Attended the Civitas conference this past weekend in Halifax.
As usual, it was a terrific event where I met many old friends, made new friends and had a chance to hear some fascinating discussions on domestic and international issues.
Unfortunately, such discussions are off the record, but what I can tell you about is the wonderful tour I and a couple of friends took of the city.
Our tour guide's name was Bubbles, a Quebecker who had lived in Nova Scotia for 39 years.
Anyway, Bubbles drove us around the city in his cab for two hours pointing out Halifax's sites and filling us in on the local history.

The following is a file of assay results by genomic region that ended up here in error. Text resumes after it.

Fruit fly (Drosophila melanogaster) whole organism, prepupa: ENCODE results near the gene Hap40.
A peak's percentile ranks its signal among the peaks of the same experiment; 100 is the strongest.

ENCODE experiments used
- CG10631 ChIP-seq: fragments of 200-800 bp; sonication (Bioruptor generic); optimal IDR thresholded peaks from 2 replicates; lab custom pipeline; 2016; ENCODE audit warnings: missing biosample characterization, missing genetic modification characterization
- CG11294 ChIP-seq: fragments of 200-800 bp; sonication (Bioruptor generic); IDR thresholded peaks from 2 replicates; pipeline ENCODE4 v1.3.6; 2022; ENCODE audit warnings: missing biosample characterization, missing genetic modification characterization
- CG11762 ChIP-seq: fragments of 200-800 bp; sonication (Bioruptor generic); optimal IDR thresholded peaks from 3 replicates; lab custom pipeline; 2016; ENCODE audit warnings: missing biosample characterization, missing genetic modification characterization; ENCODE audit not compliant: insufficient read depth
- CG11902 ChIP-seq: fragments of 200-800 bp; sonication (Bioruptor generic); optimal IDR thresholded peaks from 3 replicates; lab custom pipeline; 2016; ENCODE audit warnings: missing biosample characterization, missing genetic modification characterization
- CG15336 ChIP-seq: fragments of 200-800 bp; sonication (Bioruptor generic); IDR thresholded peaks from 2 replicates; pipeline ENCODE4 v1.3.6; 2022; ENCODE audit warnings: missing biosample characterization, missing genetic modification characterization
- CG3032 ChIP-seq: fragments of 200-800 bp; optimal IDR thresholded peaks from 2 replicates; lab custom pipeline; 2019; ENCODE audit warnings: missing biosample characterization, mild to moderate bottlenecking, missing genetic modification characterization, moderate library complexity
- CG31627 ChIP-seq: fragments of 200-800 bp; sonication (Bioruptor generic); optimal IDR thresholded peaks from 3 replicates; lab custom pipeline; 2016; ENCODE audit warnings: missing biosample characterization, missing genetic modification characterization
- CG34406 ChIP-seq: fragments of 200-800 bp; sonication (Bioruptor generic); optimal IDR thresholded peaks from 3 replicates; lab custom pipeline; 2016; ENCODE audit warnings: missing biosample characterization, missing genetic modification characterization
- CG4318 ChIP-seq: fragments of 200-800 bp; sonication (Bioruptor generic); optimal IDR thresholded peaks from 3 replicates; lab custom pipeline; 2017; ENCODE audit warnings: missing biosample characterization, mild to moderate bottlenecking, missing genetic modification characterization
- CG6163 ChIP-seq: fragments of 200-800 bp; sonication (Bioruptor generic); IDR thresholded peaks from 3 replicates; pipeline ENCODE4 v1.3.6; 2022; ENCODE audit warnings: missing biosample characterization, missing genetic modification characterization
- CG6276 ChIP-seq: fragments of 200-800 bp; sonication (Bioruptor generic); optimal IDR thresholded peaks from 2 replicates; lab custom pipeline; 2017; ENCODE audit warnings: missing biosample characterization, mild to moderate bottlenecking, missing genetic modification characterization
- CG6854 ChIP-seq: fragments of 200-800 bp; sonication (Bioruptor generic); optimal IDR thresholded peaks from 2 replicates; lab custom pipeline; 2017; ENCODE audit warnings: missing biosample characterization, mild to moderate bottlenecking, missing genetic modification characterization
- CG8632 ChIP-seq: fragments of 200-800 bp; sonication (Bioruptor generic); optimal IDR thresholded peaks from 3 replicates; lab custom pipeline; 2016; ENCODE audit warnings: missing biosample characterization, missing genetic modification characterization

For one thing, he drove us through what he called the city's most "dangerous neighborhood", which turned out to be about half a block long, and actually seemed kind of nice to me.
Bubbles also noted pedestrians have a short life expectancy in Halifax due to the fact that Haligonians seem to wander into traffic with a reckless nonchalance. Indeed, Bubbles himself nearly got run over when we got out of the cab to check the famous Citadel.
The highlight of the tour, however, was our visit to the cemetary containing the graves of 150 poor souls who died on the Titanic.
Bubbles says the site became something of a tourist attraction after the James Cameron movie came out in 1997.
I just hope nobody got hit by a car walking to the cemetary.